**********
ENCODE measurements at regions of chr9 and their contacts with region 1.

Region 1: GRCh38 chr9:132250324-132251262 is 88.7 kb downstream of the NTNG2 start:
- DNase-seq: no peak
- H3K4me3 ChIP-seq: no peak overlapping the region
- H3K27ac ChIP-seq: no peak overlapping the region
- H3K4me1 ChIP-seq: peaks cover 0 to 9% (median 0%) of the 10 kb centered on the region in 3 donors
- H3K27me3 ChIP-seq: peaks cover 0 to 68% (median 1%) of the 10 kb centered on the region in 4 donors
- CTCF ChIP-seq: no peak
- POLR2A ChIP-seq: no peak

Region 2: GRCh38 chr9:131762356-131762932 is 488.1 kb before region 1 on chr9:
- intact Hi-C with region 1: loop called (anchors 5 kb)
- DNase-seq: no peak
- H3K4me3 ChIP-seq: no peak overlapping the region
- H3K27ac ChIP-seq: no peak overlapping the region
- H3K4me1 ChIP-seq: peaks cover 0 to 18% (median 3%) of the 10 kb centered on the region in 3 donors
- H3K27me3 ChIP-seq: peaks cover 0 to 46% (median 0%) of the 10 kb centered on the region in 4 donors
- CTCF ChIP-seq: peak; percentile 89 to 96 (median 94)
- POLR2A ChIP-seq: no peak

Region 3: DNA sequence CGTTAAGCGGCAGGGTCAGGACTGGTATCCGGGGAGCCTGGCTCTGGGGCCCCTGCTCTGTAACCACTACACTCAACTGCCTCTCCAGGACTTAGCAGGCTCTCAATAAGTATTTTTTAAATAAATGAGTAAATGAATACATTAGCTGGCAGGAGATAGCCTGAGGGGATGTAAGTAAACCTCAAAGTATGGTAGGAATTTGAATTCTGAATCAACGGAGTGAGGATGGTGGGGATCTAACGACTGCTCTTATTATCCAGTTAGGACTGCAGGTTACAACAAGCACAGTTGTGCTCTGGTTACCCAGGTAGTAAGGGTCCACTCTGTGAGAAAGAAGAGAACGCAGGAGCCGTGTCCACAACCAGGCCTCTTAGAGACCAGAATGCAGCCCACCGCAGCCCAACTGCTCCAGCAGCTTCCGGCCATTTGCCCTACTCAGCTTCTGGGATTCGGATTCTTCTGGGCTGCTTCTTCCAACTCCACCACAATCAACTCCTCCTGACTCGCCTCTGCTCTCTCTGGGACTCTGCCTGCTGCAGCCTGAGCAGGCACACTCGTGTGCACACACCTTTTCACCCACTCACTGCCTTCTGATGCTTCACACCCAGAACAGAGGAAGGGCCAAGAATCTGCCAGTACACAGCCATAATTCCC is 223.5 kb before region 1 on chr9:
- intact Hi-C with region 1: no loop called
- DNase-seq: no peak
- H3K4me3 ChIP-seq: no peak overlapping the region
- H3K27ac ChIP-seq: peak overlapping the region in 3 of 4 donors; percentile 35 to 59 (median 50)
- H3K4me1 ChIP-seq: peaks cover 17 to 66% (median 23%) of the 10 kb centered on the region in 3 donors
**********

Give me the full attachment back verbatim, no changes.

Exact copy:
ENCODE measurements at regions of chr9 and their contacts with region 1.

Region 1: GRCh38 chr9:132250324-132251262 is 88.7 kb downstream of the NTNG2 start:
- DNase-seq: no peak
- H3K4me3 ChIP-seq: no peak overlapping the region
- H3K27ac ChIP-seq: no peak overlapping the region
- H3K4me1 ChIP-seq: peaks cover 0 to 9% (median 0%) of the 10 kb centered on the region in 3 donors
- H3K27me3 ChIP-seq: peaks cover 0 to 68% (median 1%) of the 10 kb centered on the region in 4 donors
- CTCF ChIP-seq: no peak
- POLR2A ChIP-seq: no peak

Region 2: GRCh38 chr9:131762356-131762932 is 488.1 kb before region 1 on chr9:
- intact Hi-C with region 1: loop called (anchors 5 kb)
- DNase-seq: no peak
- H3K4me3 ChIP-seq: no peak overlapping the region
- H3K27ac ChIP-seq: no peak overlapping the region
- H3K4me1 ChIP-seq: peaks cover 0 to 18% (median 3%) of the 10 kb centered on the region in 3 donors
- H3K27me3 ChIP-seq: peaks cover 0 to 46% (median 0%) of the 10 kb centered on the region in 4 donors
- CTCF ChIP-seq: peak; percentile 89 to 96 (median 94)
- POLR2A ChIP-seq: no peak

Region 3: DNA sequence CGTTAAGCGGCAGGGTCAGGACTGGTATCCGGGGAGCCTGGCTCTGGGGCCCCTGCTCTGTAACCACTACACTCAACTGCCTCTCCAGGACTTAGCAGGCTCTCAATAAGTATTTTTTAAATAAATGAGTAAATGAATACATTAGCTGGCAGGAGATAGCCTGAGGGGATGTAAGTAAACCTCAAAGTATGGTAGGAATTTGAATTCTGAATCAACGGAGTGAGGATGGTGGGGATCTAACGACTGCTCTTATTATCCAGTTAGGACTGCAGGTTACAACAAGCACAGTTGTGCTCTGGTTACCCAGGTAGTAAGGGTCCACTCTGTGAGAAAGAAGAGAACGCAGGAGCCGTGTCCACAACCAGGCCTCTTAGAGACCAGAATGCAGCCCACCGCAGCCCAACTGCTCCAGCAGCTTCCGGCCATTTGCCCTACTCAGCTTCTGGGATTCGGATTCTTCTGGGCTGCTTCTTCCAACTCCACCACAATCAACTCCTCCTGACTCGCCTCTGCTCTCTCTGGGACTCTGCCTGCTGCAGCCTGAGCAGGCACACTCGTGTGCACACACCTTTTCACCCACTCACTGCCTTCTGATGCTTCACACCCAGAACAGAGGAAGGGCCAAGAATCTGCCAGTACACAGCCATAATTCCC is 223.5 kb before region 1 on chr9:
- intact Hi-C with region 1: no loop called
- DNase-seq: no peak
- H3K4me3 ChIP-seq: no peak overlapping the region
- H3K27ac ChIP-seq: peak overlapping the region in 3 of 4 donors; percentile 35 to 59 (median 50)
- H3K4me1 ChIP-seq: peaks cover 17 to 66% (median 23%) of the 10 kb centered on the region in 3 donors